If this performance were to be rescued, all would depend on the two faithless lovers, Myrto Papatanasiu as Fiorilla and Simone Alaimo as Selim. The latter is a past master in these buffa roles and although he acts well and sings with good characterisation and expression his voice is now getting dry and is certainly no match for Ivo Vinco on Naxos. I missed out on seeing Myrto Papatanasiu as Violetta for Welsh National Opera last autumn (2009) as she was detained in Greece for the start of the company’s tour due to illness. On the basis of this performance she would have sung a good act one with its coloratura passages, but would have struggled in the last two acts. Her voice is light and flexible but lacks variety and depth in the middle registers. As an actress she comes across as altogether too bland in her reactions. She is certainly no match for Alessandra Marianelli in Pesaro 2007 whose stage pertness and sung and acted portrayal is of an altogether higher standard.

The booklet clearly lists the divisions of the action in the sixty-seven Chapters. It also includes an essay on the general response to Rossini’s standing and the composition of opera buffa and Il Turco in Italia in particular. It also deals with the work’s re-emergence in the second half of the twentieth century stimulated by Visconti’s Rome production of 1952 with Callas as Fiorilla. In between the two parts of the essay is a synopsis of the plot, regrettably not Chapter-related. All aspects of the essay are given in English, French and German.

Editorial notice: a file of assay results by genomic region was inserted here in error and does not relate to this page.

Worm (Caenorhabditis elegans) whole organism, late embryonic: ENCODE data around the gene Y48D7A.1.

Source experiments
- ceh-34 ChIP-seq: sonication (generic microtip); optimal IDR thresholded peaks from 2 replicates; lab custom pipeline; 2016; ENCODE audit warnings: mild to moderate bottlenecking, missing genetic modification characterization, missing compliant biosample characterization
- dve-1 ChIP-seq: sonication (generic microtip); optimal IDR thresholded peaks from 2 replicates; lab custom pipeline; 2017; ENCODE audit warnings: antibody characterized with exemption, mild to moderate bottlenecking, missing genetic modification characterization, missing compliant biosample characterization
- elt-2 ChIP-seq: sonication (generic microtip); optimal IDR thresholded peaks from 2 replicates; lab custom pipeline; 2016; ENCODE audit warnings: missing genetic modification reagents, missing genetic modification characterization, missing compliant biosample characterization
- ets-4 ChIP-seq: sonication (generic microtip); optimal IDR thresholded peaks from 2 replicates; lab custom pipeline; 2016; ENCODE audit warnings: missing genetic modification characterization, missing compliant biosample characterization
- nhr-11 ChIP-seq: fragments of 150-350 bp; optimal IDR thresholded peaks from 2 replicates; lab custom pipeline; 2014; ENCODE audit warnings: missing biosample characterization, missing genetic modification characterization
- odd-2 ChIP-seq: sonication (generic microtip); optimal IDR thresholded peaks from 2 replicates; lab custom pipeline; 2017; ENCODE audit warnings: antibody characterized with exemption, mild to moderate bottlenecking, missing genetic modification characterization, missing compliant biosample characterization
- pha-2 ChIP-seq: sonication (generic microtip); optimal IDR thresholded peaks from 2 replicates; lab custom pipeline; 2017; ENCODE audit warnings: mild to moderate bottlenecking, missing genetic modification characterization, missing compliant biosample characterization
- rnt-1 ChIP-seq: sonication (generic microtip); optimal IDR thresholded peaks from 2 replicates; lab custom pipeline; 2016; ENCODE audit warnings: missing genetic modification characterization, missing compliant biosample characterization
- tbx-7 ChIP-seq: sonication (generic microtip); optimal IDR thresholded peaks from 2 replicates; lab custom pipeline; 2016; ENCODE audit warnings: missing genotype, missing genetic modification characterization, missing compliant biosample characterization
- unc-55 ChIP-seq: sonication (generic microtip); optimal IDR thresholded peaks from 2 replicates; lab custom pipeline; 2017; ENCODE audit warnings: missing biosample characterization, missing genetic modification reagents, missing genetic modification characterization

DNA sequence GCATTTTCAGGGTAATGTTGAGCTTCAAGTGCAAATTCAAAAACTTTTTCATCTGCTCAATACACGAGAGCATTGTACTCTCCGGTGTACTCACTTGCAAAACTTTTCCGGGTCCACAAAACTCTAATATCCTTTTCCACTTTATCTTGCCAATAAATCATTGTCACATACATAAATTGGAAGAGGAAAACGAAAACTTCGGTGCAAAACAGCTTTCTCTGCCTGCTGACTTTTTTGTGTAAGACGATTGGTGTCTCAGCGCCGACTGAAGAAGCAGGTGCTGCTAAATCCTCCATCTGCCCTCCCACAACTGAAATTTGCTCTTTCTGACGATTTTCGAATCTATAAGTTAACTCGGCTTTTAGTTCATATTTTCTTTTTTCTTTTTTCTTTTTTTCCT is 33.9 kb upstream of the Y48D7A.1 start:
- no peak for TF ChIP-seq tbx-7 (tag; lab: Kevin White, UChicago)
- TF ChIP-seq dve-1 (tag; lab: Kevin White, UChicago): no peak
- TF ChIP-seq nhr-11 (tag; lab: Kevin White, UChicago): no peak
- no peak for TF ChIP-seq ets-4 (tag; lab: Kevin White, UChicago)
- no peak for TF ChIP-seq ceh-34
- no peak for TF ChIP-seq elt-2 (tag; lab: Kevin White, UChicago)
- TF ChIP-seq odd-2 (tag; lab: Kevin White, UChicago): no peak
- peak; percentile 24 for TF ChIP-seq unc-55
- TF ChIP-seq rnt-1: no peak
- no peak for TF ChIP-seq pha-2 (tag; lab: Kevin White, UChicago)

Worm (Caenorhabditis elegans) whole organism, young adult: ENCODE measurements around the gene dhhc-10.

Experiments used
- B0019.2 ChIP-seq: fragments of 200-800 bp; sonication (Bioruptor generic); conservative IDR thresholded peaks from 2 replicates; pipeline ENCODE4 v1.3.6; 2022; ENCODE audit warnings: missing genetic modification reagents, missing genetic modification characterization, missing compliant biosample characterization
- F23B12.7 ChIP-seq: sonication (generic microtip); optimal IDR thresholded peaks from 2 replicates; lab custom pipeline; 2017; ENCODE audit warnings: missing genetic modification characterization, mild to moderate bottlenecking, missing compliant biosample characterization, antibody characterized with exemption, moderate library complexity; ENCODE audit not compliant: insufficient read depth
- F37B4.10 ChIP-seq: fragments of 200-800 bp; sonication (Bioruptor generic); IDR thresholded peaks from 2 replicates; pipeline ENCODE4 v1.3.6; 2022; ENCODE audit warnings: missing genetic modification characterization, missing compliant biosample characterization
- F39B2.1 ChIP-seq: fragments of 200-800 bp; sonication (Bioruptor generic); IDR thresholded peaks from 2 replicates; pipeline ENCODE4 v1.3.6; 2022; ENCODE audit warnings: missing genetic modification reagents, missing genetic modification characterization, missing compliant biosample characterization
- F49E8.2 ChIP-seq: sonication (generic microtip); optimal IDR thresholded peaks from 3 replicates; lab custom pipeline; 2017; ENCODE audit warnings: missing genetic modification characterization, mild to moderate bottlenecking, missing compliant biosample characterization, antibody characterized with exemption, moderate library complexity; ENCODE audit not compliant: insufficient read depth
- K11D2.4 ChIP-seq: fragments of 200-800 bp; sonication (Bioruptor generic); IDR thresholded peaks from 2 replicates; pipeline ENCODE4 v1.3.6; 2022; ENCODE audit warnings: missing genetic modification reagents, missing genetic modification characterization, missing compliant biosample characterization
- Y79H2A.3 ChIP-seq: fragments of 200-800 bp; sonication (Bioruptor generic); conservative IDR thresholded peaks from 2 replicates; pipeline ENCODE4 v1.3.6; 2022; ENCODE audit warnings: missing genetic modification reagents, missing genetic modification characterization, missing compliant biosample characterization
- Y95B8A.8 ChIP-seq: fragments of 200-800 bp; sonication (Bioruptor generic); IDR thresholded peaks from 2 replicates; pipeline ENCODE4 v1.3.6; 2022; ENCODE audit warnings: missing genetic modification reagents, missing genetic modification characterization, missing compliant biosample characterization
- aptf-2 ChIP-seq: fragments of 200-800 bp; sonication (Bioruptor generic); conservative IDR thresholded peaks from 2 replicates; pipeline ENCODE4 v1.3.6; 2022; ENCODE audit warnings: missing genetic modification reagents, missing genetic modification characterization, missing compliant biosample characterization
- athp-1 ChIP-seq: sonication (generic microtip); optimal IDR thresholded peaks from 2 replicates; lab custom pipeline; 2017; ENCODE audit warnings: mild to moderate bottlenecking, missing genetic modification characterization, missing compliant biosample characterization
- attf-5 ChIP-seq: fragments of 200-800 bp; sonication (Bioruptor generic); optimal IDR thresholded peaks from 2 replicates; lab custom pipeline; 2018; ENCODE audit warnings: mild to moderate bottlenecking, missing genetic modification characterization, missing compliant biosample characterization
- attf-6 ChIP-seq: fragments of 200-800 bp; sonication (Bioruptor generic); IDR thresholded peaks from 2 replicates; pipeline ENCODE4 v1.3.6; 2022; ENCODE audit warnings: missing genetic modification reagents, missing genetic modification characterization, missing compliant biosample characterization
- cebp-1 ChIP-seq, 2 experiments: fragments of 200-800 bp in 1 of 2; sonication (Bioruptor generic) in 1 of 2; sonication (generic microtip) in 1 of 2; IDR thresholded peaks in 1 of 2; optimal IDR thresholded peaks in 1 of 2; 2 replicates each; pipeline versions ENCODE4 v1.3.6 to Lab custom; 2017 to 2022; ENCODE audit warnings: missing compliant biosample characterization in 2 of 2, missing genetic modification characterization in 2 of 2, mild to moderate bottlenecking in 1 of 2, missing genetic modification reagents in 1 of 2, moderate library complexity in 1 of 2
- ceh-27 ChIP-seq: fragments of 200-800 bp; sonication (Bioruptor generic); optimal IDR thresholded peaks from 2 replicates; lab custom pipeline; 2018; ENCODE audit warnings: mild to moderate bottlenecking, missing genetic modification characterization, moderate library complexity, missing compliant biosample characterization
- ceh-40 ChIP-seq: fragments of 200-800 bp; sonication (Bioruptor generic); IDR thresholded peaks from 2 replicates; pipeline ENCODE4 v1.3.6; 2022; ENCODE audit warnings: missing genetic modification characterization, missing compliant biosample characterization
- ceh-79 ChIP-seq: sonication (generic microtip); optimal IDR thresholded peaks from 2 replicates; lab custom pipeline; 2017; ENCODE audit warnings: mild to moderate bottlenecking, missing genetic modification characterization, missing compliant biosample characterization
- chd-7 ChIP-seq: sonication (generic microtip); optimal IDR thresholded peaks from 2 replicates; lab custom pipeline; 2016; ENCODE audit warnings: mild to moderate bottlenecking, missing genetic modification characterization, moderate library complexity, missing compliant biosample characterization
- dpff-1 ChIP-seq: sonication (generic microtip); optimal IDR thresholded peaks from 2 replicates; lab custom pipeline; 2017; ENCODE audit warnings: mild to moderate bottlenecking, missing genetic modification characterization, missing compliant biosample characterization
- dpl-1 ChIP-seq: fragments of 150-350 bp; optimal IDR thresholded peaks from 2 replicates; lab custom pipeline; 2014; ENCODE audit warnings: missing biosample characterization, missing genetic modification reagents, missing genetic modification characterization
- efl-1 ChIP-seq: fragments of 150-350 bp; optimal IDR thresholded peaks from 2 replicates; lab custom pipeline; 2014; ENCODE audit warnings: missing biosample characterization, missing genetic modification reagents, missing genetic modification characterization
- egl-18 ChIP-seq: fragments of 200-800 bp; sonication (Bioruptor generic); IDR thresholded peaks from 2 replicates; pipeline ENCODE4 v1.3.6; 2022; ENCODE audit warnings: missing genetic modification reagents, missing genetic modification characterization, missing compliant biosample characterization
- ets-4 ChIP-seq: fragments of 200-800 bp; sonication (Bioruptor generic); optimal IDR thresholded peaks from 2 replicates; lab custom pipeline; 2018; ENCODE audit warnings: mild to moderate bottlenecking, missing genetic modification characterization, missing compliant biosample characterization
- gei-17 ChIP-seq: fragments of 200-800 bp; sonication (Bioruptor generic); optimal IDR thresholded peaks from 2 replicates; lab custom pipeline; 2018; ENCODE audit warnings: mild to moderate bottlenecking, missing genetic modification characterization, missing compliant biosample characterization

I have seen Arthaus Music’s other DVD offering of Il Turco in Italia, from Zurich with Cecilia Bartoli and Ruggero Raimondi as conducted by Welser-Möst. It’s over-active and even over the top (100 369). Somewhere between the two extremes of that performance and this rather dreary offering there is a vital Rossini opera buffa struggling to get out. It may not be of the class of the composer’s better-known opera buffi, Il Barbiere or La Cenerentola, let alone its Venice predecessor in this genre L'Italiana in Algeri, but it certainly deserves better than it gets in this performance.

Robert J. Farr

Very run-of-the-mill … fails to do justice to Rossini’s creation… see Full Review